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MSC Cruises Is Setting the Standard

The MSC Divina at Ocean Cay (Conrad Schutt)

“We’re leveraging the fact that we were the first ones to start operating in Southern Europe to set the tone on how to operate a safe cruise,” said Ken Muskat, executive vice president and COO of MSC Cruises (USA).

The startup of the Grandiosa in Italy last August set the standard.

“Everyone was watching, every cruise line, every customer and every travel advisor,” said Muskat, noting that many of the health and safety protocols implemented successfully in Europe will be required in the United States too, ranging from universal testing to protected shore excursions, social distancing and more.

“Even though we are not operating (in the United States), we are one of the lucky ones operating and that is going to set a precedent and an example of what needs to be done here when we’re ready to get started. That’s what we’re spending most of our time on, how to translate what’s working in Europe to prepare for operating in the Caribbean.”

Booking Trends

“We adjusted our deployment. We’re going under the assumption that North Americans will want shorter getaways,” said Muskat.

Responding to that, the company has its largest mix of three-, four- and seven-night cruises in the U.S. market with the Divina, Meraviglia and Armonia using Miami and Port Canaveral as turn ports.

“We know Miami and Port Canaveral are both very good drive markets for us and are short flights. We don’t expect people to be coming from across the country, but a two-and-a-half to three-hour flight is not out of the question. The Caribbean is strong for us and we are starting to see interest for the Mediterranean (summer 2021) and for Northern Europe.”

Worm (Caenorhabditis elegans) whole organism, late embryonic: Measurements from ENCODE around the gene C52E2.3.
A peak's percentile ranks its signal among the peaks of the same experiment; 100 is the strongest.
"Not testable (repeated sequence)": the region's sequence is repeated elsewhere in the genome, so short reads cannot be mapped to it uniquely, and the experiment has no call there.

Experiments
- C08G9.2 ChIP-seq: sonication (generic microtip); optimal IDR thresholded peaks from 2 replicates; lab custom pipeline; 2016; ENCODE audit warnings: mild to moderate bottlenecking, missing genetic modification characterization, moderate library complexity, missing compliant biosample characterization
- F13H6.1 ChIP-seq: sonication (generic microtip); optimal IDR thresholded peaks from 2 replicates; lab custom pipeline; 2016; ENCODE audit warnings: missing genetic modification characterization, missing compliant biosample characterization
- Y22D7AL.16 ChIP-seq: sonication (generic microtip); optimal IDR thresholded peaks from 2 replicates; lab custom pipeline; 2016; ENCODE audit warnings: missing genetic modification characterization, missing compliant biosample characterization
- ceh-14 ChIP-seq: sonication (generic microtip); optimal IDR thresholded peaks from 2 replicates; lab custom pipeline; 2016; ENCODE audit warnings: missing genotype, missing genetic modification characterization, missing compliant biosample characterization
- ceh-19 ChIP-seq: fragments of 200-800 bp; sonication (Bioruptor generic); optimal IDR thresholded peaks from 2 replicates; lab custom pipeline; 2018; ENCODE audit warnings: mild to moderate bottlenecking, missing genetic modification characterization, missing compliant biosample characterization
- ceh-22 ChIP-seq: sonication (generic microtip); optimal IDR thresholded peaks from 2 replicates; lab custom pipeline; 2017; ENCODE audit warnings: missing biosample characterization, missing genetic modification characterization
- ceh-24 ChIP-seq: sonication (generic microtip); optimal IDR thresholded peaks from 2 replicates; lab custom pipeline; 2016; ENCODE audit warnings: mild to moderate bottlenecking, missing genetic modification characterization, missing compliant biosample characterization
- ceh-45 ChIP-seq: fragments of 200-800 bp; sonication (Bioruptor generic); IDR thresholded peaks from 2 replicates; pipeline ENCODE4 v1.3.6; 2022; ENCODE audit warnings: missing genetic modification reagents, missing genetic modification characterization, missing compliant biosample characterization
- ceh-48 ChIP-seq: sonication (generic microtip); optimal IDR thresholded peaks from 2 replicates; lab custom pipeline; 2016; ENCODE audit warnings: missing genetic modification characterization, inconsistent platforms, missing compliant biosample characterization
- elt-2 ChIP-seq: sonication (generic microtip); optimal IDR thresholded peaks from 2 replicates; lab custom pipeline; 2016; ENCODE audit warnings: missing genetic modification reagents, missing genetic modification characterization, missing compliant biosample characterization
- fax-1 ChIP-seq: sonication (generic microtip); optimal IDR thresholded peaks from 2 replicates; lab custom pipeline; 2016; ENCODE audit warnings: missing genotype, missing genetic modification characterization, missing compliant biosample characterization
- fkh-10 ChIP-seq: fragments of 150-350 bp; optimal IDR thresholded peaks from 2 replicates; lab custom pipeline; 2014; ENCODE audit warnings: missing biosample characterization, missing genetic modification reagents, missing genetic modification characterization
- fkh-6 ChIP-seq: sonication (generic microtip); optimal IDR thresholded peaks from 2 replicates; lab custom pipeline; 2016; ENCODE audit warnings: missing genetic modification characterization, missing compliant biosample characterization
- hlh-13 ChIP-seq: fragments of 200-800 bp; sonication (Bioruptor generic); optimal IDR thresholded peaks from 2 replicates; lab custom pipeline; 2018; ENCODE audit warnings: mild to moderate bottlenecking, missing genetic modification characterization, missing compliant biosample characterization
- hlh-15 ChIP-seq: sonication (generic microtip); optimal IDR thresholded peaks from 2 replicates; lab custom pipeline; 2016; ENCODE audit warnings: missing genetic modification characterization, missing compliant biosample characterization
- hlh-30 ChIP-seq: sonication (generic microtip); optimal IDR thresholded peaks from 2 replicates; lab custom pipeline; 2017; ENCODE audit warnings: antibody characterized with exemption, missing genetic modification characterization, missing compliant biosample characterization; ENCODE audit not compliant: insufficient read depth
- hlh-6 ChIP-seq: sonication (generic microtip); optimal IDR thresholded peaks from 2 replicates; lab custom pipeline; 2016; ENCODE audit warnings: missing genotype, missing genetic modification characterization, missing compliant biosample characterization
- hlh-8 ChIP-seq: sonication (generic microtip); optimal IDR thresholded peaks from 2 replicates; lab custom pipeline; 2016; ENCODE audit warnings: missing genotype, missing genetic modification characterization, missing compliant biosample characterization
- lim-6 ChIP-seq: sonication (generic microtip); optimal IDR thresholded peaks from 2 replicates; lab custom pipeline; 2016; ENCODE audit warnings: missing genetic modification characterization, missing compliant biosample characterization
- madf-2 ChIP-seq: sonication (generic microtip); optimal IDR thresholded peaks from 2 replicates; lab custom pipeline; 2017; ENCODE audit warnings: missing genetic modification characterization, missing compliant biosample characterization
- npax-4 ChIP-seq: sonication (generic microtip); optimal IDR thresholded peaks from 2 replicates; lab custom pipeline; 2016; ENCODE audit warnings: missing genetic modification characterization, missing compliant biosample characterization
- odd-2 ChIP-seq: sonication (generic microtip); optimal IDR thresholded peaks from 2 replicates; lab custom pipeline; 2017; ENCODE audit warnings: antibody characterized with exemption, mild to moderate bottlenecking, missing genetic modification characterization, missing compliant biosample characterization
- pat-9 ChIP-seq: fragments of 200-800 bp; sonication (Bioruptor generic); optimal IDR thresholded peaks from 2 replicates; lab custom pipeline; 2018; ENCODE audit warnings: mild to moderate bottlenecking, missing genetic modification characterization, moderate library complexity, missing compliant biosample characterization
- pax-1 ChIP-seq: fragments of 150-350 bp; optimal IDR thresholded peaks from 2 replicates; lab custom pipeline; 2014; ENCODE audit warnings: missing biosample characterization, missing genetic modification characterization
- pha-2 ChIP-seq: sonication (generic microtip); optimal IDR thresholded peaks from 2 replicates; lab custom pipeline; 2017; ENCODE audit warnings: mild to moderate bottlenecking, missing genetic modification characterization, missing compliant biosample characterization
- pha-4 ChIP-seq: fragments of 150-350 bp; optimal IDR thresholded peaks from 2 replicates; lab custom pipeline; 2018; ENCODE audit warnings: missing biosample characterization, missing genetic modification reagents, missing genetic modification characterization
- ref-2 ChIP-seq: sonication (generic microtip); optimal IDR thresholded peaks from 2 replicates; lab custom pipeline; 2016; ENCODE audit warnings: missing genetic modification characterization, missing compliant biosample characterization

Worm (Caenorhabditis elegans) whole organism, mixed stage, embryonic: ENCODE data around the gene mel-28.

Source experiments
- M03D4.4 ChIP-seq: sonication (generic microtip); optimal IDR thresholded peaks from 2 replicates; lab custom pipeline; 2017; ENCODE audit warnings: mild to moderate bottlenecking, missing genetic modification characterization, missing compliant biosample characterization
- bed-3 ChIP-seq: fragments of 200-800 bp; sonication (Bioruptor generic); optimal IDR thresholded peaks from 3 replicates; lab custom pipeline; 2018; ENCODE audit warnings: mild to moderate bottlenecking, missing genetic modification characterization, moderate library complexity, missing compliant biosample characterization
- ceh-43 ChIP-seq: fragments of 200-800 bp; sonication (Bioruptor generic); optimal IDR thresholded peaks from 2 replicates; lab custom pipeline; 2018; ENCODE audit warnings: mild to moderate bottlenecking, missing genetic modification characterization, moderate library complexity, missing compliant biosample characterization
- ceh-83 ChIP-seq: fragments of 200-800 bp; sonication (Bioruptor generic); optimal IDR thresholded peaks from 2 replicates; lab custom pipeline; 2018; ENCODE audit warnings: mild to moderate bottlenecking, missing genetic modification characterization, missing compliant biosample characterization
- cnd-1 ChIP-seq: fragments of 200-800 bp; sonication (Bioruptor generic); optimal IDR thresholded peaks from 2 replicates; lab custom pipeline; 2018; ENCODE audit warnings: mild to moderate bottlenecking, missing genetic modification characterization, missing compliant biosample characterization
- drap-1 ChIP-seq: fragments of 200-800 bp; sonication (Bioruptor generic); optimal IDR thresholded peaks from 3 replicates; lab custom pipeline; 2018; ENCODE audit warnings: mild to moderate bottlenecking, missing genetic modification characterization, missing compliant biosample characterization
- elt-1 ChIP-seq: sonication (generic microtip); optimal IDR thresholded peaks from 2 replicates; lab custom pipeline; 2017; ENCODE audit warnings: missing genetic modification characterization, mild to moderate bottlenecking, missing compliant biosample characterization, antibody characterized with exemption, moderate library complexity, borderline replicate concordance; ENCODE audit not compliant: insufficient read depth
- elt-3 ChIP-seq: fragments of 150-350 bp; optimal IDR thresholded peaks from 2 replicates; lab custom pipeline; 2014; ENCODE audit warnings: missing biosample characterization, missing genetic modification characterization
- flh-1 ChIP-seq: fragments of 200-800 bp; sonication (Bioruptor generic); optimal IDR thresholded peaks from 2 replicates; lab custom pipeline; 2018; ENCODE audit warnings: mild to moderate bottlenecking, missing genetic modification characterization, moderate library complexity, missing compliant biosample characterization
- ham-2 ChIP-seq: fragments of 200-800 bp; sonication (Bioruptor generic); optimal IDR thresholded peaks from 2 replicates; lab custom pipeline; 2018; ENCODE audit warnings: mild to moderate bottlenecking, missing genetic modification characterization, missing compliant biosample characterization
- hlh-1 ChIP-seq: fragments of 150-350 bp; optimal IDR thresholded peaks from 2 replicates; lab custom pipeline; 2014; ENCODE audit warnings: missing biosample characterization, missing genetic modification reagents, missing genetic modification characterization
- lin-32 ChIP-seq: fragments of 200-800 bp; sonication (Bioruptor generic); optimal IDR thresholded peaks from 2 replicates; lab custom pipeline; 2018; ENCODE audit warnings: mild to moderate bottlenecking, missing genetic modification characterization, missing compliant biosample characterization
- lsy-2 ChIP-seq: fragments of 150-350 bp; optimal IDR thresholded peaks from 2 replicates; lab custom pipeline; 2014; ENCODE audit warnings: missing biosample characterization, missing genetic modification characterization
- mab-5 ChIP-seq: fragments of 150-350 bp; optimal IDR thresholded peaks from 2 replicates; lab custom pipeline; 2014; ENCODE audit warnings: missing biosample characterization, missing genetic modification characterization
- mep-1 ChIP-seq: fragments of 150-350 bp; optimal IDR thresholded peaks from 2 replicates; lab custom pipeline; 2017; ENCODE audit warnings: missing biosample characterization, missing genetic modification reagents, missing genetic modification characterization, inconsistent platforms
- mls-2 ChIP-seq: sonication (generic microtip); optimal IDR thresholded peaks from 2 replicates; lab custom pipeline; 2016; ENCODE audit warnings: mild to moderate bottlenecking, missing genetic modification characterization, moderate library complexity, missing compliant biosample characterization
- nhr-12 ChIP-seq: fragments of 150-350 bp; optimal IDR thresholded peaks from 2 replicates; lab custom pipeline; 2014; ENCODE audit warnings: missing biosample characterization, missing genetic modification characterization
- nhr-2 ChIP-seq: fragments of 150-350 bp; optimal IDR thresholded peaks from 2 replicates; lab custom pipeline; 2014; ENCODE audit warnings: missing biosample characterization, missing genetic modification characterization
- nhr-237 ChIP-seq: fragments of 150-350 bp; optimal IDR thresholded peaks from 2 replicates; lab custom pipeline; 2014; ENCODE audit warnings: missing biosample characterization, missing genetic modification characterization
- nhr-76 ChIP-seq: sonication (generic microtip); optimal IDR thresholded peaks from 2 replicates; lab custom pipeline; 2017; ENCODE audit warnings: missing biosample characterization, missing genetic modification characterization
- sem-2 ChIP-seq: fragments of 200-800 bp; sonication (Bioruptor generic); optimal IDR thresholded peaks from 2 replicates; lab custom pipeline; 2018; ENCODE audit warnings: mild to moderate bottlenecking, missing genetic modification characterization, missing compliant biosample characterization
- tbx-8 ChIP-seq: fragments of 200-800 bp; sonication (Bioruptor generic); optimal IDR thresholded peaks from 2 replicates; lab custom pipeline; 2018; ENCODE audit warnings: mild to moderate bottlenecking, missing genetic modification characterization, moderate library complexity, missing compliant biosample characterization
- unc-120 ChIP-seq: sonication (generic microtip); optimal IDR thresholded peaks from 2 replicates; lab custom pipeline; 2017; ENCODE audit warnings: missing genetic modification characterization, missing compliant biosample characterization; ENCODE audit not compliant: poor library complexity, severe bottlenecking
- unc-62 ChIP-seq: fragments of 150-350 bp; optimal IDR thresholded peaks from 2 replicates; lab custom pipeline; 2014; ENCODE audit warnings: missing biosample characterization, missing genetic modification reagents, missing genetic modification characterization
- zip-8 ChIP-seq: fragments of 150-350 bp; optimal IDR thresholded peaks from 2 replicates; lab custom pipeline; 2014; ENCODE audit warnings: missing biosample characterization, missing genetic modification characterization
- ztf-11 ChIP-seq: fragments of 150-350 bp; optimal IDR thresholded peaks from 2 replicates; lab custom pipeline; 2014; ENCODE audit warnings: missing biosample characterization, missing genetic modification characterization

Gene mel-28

With a year-round presence in Port Canaveral planned, previous plans to go into Tampa are on pause, with Port Canaveral also better positioned to accommodate international guests flying into Orlando.

Ocean Cay

Opening Ocean Cay in the Bahamas in late 2019, MSC has a key element in a potential Caribbean itinerary in its own destination where it can fully control a bubble-type experience.

“We’re seeing a lot of interest in these Caribbean cruises because people are very excited about going to Ocean Cay,” said Muskat, noting the island is much different from other private destinations offered by rival companies. “That is a big selling point for us.

“It will follow the same health and safety protocols we have on the ships.”

He noted that many are booking Caribbean cruises just to go to Ocean Cay, where most calls are long – either late into the night or even overnighting.

A young, modern fleet is also driving the brand in the U.S. market.

“They are super high-tech, super modern, beautiful ships,” Muskat said.

Sailing alongside the Divina, Meraviglia and Seaside, the Armonia is a bit more classic, but positioned as a smaller gem and able to go to more ports in the Caribbean when restrictions are lifted.

“It’s more of a boutique product, which is great for the older demographic and people who want that experience,” Muskat noted. 

Bigger news late in 2021 is the MSC Seashore, an evolution of the Seaside, with the new ship coming to Miami late in the year to offer weeklong sailings and the highest ratio of outdoor space per guest in the company’s fleet.

Excerpt from Cruise Industry News Quarterly Magazine: Winter 2020-2021

 

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